Setting up a social enterprise

What is a social enterprise? Are they the solution to success during this economic crisis? The top tips given here will guide you through the social enterprise journey from both on employer's viewpoint and the employee.

A social enterprise is a business with essential social objectives whose surpluses are reinvested principally in the community. It is owned by its employees, trades goods and services and a clear social cause. The best examples are cafédirect and Greenwich Leisure limited.

The business case

The key to any new service delivery or successful change delivery model is the development of a strong business care. This might include the following: services, vision and mission to be offered, stakeholder engagement, feasibility study, costs, operating model, partnership, governance, associated risks, implementation and time scales.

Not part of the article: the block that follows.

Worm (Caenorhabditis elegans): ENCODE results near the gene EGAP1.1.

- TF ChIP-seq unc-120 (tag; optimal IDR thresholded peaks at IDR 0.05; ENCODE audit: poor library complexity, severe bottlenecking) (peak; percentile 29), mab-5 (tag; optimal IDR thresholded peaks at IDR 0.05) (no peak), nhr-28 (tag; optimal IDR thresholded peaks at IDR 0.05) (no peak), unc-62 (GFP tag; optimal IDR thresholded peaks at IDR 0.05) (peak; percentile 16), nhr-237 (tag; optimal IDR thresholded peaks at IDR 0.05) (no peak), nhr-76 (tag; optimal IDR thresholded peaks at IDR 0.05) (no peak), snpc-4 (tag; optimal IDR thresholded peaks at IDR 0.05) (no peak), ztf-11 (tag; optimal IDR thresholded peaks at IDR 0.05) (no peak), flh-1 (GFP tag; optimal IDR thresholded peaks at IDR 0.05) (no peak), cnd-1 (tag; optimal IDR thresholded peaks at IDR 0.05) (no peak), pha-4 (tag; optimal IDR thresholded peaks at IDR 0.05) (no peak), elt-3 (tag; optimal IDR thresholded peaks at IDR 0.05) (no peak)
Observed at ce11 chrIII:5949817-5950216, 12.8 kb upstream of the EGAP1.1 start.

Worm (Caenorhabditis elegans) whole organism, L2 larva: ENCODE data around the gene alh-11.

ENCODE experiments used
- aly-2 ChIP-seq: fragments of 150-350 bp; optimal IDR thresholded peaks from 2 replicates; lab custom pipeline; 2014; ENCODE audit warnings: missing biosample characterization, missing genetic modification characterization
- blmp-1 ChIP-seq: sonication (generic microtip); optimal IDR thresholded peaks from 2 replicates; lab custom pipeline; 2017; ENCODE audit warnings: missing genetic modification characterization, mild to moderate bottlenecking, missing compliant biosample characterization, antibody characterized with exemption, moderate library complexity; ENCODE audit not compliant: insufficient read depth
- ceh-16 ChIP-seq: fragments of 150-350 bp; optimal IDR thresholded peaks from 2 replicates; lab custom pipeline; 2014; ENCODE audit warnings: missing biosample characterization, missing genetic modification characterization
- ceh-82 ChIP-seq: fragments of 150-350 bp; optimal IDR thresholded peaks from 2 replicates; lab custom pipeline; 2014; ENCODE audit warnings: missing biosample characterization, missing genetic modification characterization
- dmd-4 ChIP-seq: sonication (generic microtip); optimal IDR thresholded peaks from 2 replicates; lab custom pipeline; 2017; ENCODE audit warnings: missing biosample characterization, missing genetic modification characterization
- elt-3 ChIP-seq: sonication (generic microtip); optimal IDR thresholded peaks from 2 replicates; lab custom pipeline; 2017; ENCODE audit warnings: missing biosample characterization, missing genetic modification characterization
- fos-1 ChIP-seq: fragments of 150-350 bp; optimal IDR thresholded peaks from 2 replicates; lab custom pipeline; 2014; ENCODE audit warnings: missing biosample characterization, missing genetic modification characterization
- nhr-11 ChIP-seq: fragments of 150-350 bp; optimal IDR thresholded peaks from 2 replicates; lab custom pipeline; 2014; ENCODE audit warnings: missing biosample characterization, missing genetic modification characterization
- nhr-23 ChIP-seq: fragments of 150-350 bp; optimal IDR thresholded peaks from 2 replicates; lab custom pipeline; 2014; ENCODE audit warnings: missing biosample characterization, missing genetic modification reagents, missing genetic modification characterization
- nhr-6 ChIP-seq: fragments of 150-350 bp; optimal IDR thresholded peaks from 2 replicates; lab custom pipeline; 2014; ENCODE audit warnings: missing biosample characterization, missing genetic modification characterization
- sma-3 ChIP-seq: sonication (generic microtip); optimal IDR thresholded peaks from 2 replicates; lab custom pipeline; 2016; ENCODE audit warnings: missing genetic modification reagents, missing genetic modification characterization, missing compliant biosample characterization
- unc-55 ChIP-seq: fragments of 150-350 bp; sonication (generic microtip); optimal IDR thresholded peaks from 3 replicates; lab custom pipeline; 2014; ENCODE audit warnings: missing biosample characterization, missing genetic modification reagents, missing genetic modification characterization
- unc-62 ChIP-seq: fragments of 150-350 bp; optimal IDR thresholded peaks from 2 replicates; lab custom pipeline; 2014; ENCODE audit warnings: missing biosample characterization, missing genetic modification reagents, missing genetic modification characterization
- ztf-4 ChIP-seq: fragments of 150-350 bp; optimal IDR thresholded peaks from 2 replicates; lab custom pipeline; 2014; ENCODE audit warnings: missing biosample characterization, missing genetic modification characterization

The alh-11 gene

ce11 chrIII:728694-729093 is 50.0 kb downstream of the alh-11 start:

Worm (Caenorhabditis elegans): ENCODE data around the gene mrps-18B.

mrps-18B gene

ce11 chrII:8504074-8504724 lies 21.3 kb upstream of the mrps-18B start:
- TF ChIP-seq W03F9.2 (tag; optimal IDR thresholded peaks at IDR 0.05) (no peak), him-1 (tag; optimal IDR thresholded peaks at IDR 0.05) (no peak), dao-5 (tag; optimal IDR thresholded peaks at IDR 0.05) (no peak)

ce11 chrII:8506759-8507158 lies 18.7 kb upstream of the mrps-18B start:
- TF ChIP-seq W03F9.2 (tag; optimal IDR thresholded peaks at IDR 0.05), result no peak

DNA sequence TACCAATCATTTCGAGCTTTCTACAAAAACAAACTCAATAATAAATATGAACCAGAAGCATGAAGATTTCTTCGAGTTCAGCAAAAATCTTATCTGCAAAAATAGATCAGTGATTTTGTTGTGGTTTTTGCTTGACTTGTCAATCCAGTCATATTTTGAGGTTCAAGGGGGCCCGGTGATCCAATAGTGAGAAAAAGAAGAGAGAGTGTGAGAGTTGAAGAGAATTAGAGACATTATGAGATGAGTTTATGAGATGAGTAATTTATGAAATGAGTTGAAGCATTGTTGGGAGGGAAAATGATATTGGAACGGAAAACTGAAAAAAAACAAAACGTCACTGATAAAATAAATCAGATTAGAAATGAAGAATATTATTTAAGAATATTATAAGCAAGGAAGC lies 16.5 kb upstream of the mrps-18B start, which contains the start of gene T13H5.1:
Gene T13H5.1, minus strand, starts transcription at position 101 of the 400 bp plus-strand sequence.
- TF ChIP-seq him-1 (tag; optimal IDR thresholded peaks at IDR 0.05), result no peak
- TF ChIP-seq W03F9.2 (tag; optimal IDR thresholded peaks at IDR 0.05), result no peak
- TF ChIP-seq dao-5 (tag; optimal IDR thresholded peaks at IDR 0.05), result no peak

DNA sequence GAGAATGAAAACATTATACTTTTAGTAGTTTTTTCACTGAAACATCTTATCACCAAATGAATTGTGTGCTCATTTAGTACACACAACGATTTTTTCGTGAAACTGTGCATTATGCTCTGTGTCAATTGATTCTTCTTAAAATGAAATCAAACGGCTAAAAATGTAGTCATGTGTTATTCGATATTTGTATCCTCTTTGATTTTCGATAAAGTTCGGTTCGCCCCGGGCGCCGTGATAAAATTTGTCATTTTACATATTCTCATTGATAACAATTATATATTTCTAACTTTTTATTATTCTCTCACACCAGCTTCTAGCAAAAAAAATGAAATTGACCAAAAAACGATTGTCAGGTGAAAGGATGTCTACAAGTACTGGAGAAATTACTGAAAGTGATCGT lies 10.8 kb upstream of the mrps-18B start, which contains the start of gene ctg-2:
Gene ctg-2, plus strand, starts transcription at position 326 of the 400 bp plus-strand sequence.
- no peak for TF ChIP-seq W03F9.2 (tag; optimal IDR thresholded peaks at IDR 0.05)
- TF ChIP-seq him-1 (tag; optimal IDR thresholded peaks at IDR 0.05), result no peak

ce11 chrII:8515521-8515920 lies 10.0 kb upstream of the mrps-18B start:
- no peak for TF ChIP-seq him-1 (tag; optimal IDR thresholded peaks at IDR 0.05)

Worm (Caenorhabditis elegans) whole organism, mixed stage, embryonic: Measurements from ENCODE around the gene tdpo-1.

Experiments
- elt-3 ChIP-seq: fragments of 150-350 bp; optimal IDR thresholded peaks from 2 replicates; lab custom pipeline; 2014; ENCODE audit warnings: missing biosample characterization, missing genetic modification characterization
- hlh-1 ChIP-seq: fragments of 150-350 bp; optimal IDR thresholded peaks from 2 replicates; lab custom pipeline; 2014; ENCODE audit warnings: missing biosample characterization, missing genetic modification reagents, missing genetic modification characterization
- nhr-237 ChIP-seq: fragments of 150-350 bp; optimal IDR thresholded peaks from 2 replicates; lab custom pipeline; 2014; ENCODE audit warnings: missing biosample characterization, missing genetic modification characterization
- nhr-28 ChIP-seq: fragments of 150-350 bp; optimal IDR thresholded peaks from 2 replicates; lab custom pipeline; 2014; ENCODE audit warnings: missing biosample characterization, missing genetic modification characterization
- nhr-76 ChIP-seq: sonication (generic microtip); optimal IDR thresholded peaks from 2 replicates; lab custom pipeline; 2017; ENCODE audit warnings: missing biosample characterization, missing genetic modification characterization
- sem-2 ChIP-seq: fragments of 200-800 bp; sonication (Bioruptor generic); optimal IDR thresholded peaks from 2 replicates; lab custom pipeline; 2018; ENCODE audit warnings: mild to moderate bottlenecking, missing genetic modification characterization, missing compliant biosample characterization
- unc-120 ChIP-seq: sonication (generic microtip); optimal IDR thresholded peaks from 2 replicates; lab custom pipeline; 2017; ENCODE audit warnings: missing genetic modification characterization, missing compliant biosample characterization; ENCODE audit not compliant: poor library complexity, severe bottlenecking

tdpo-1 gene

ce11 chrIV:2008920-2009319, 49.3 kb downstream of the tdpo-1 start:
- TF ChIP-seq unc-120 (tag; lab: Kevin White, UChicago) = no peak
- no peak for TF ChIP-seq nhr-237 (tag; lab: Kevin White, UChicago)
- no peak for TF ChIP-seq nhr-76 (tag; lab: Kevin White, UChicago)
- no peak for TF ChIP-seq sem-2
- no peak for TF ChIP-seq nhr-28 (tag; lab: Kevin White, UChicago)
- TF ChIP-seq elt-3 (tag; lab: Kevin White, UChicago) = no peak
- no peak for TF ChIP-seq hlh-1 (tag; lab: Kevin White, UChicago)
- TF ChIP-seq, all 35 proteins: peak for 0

Accessing resource

The Big Society Bank is offering some funding for social enterprises since April 2011 and other funding is available from regional and national organisations. Though, competition is strong and social entrepreneurs often resort to private loan arrangements which might be high risk and interest.

Procurement issues

It is not clear what impact Government policy might have on Procurement rules as they exist currently and their impact on social enterprises. This have to compete alongside limited companies and other organisaions for tenders and might not simply be awarded a contract as was currently the case in the NHS right to request scheme. Getting accurate and current advice on contracting and procurement in therefore important.

Choosing the business model

There are plenty of business models from CICs to Companies limited by Guarantee to Mutuls to charities and co - operatives to name a few. All must be registered with Somerset House for organisation status and no model type has all the advantages and none of the cons. Again, both employees and employers are seeking further advice to protect income and assets.